Oakmont's Risky 17th Could Make or Break U.S. Open Contenders
As it did in 2007, the 2016 U.S. Open could very well be determined by what takes place at Oakmont's short par-4 17th. And that's exactly what USGA executive director Mike Davis wanted.
"I'm a big fan of introducing more risk-reward into all golf set-ups," Davis has said repeatedly. "It gives the players options and I'm a big fan of that."
Davis has tinkered with U.S. Open course setups for years to make sure there is at least a hole or two down the stretch where golfers will have to think under pressure. At Oakmont, it came ready-made -- the 313-yard, par-4 17th has been tempting and torturing U.S. Open competitors for nearly a century.
In 1962, Phil Rodgers chose to go for the green with driver during the first round, only to hook it into the branches of an evergreen. He chose to try and hack it out, again, and again. He made a quadruple-bogey 8, and ultimately finished two shots shy of the Jack Nicklaus-Arnold Palmer playoff. The offending tree is now long gone.
More recently, Jim Furyk smashed an adrenaline-fueled drive on the 71st hole in 2007 into deep rough to the left of the green. With a birdie, Furyk would have grabbed the lead from Angel Cabrera; instead, the dense rough grabbed Furyk's club and he failed to reach the green, leading to a bogey 5. Furyk would lose to Cabrera by one.
Yet, something is different about 17 this year. The decision-making process for the players remains in place, but it's simply not as tough a call. Most players are smacking the big stick, and the numbers say they're rewarded for doing so.
After three completed rounds, the overall scoring average for the week is 3.8515. In the third round alone, it was a shockingly low 3.5970. Each was significantly lower than hole's 2007 average. Moreover, statistics revealed that players who chose to go for the green averaged about 3.8 strokes, while players who laid back in the fairway averaged slightly more than 4.2 strokes. Conclusion? Through three rounds, the rewards of going for the green far outweigh the risks.
Why is the 17th green that much more enticing this time around? Yes, the moisture from the hard rains on Thursday has rendered the putting surface more receptive. More significantly, however, is the absence of penal rough around the green. A former club champion at Oakmont gave me a close-up on Saturday afternoon. He pointed out the area where Furyk's drive had landed that fateful Sunday in 2007, and I could see that the rough was nowhere near as severe today as it was then. The Oakmont member then pointed out that the rough had been extremely severe just prior to the tournament, but that it had been cut well back early in the week.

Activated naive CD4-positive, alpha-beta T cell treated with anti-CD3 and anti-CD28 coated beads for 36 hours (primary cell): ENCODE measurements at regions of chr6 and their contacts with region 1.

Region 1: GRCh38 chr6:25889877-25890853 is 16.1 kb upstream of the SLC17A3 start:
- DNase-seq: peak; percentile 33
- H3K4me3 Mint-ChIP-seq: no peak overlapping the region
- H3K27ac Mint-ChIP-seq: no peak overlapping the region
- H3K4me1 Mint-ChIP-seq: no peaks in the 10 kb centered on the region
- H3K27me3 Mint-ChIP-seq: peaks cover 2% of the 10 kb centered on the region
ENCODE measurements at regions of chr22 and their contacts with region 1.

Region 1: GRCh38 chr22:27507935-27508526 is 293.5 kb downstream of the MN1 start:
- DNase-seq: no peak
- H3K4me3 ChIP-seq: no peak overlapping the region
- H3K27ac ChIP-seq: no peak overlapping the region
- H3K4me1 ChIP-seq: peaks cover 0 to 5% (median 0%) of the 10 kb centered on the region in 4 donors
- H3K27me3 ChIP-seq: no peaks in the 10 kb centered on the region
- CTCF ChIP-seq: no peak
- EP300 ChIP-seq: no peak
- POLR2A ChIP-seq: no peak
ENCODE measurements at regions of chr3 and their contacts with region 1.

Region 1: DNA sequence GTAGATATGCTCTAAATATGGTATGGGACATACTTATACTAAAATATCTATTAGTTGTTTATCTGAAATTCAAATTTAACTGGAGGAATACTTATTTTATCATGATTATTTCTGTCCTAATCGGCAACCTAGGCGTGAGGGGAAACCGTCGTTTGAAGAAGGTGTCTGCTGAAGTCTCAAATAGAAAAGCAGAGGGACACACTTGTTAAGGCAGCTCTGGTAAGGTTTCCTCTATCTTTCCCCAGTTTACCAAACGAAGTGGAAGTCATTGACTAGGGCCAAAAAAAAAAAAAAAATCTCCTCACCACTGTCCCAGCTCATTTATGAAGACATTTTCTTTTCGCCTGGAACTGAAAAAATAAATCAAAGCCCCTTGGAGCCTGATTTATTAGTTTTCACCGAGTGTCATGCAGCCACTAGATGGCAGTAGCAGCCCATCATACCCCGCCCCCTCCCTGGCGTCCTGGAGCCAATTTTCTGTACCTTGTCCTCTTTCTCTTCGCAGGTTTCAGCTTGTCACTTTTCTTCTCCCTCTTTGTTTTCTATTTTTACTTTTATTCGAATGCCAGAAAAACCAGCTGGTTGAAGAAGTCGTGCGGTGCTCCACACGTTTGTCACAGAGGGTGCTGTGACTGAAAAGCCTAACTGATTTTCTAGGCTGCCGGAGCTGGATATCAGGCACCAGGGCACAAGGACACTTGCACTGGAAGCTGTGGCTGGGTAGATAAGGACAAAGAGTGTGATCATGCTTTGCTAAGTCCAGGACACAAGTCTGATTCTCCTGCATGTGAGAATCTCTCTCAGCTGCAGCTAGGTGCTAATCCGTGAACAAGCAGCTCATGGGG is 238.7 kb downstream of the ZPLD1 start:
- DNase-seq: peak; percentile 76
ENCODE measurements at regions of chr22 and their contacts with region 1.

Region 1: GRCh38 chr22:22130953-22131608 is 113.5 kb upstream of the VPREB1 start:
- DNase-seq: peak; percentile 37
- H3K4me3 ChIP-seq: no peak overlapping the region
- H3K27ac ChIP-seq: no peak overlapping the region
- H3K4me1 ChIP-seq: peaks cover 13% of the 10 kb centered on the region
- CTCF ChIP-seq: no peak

He also showed me how the rough leading down into the bunkers had been shorn. Balls were no longer going to get caught up on these slopes, leading to horribly awkward stances and frightening lies. This was the scenario that prompted daredevil Phil Mickelson to opine on Wednesday that under no circumstances would he try and drive the green. "There is no place around that green that is any good," Mickelson said. "So I don't care how far up the tee box is, I will lay up. Every hole out here plays over par. So to approach a hole from the tee thinking birdie is a mistake. There's zero chance I will go for that green."
Perhaps Lefty had 2007 on his mind, because in 2016, it's clear that there are birdies to be had by going for the green.
It's still fascinating to watch the the decision-making process of the game's best players at the 17th. On Saturday, Gregory Bourdy needed to finish birdie-birdie to tie the U.S. Open record score of 63. After some deliberation, Bourdy chose an iron off the 17th tee, and found the fairway. He would hit a solid second shot, but his two-putt par put the record out of reach.
A little later, Jordan Spieth, fresh off a birdie at 16, chose driver at 17. He ripped what looked like a solid drive, but it tailed ever so slightly, finishing just short of the Big Mouth bunker. Bryson DeChambeau then uncorked a beauty, which took on the most risk, sailing over the short-left cluster of bunkers, and finished on the left edge of the green. The third member of the group, Zach Johnson, chose driver, but then the wind picked up, and he stepped back to confer with his caddie. He switched out the driver for an iron, then switched again, settling on a hybrid, which he flared badly into the right rough.
This trio crystalized the virtues of Oakmont's 17 perfectly. Three different approaches, and they all wound up with par. The numbers in 2016 may tell us that it's more rewarding to try and drive the green. Even so, what's most critical is that there's thinking to be done at 17. When the pressure of the U.S. Open reaches peak intensity, with two holes to play, we'll be watching -- and waiting -- for that final decision.